Kenya Google Maps



Free and always accurate driving directions, Google Maps, traffic information for Kenya (KE). Explore satellite imagery of Nairobi, the capital city of Kenya, on the Google Maps of Africa below.

Kenya (GPS: 1 00 N, 38 00 E) located in Eastern Africa, bordering the Indian Ocean, between Somalia and Tanzania. The country’s area measurements are total: 580,367 sq km; land: 569,140 sq km, water: 11,227 sq km. This sovereign state is five times the size of Ohio, slightly more than twice the Nevada size. The total irrigated land is 1,030 sq km (2012).

One of Kenya’s essential features: The Kenyan Highlands comprise one of the most successful agricultural production regions in Africa. Glaciers found on Mount Kenya, Africa’s second-highest peak. Unique physiography supports abundant and varied wildlife of scientific and economic value. Lake Victoria, the world’s largest tropical lake and the second-largest freshwater lake, is shared among three countries: Kenya, Tanzania, and Uganda.

It’s significant, and at the same time, the principal city, Nairobi’s GPS coordinates are 1 17 S 36 49 E. Nairobi’s local time is 8 hours ahead of Washington DC during Standard Time. The capital’s time difference: UTC+3.

For more information on Kenya, please scroll down below the Google Maps.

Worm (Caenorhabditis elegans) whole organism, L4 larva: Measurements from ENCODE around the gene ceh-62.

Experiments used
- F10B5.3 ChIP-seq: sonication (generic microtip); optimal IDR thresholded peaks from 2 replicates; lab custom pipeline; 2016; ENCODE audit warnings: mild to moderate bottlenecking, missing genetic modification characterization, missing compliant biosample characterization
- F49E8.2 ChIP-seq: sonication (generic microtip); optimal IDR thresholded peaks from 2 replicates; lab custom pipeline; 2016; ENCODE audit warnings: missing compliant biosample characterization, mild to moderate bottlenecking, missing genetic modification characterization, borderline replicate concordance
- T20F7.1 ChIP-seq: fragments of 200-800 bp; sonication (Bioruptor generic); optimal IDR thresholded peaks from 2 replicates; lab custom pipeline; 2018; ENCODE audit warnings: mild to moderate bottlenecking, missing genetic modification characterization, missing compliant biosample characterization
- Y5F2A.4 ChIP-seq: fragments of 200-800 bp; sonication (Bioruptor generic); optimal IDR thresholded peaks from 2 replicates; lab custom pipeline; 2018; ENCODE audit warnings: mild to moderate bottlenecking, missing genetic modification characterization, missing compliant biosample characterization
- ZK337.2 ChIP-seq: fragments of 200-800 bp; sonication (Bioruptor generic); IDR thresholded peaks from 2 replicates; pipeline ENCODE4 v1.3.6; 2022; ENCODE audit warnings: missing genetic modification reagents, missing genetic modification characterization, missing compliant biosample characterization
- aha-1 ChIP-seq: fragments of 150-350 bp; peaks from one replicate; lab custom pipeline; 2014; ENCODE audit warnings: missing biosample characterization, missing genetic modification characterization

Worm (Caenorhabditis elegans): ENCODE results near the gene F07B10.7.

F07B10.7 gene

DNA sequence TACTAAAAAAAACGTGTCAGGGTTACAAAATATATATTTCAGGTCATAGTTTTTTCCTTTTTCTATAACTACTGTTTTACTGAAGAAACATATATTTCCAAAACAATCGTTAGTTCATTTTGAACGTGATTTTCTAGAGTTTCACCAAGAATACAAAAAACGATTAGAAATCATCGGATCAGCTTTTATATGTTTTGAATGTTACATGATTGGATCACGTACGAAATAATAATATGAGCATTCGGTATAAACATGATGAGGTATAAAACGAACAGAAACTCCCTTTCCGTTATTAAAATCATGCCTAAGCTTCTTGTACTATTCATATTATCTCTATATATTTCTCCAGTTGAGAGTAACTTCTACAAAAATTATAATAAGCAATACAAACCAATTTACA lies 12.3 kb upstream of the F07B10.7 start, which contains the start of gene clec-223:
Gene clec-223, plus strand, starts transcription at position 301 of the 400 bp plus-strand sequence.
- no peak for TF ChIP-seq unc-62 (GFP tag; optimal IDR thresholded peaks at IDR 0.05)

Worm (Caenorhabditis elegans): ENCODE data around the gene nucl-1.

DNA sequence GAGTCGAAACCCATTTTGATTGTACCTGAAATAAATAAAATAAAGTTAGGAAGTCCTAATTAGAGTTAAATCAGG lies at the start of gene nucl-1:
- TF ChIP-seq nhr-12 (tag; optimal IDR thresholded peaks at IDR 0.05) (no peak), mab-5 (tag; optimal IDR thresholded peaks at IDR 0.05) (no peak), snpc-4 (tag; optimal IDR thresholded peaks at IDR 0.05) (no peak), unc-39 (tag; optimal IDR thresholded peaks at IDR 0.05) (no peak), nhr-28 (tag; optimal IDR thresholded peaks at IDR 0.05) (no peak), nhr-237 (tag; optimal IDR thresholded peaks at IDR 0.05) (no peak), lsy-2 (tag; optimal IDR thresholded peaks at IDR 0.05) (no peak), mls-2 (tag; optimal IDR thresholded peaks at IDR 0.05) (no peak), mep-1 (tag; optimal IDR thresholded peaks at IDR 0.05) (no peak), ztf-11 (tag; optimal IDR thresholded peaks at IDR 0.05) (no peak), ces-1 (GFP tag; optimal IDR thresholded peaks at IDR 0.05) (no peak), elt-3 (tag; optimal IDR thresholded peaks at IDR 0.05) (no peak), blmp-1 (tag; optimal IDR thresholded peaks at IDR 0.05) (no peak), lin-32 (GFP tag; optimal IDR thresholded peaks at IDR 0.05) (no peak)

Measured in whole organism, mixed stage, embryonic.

Google Maps Kenya and Nairobi, Africa

About Kenya in detail

Flag of Kenya Map of Kenya
The flag of Kenya Map of Kenya

Founding president and liberation struggle icon Jomo KENYATTA led Kenya from independence in 1963 until he died in 1978 when Vice President Daniel Arap MOI took power in a constitutional succession. The country was a de facto one-party state from 1969 until 1982. After that time, the ruling Kenya African National Union (KANU) changed the constitution to make itself the sole legal party in Kenya. MOI acceded to internal and external pressure for political liberalization in late 1991. The ethnically fractured opposition failed to dislodge KANU from power in elections in 1992 and 1997, which were marred by violence and fraud. President MOI stepped down in December 2002 following fair and peaceful elections. Mwai KIBAKI, running as the multiethnic, united opposition group, the National Rainbow Coalition (NARC), defeated KANU candidate Uhuru KENYATTA, the son of founding president Jomo KENYATTA, and assumed the presidency following a campaign centered on an anticorruption platform.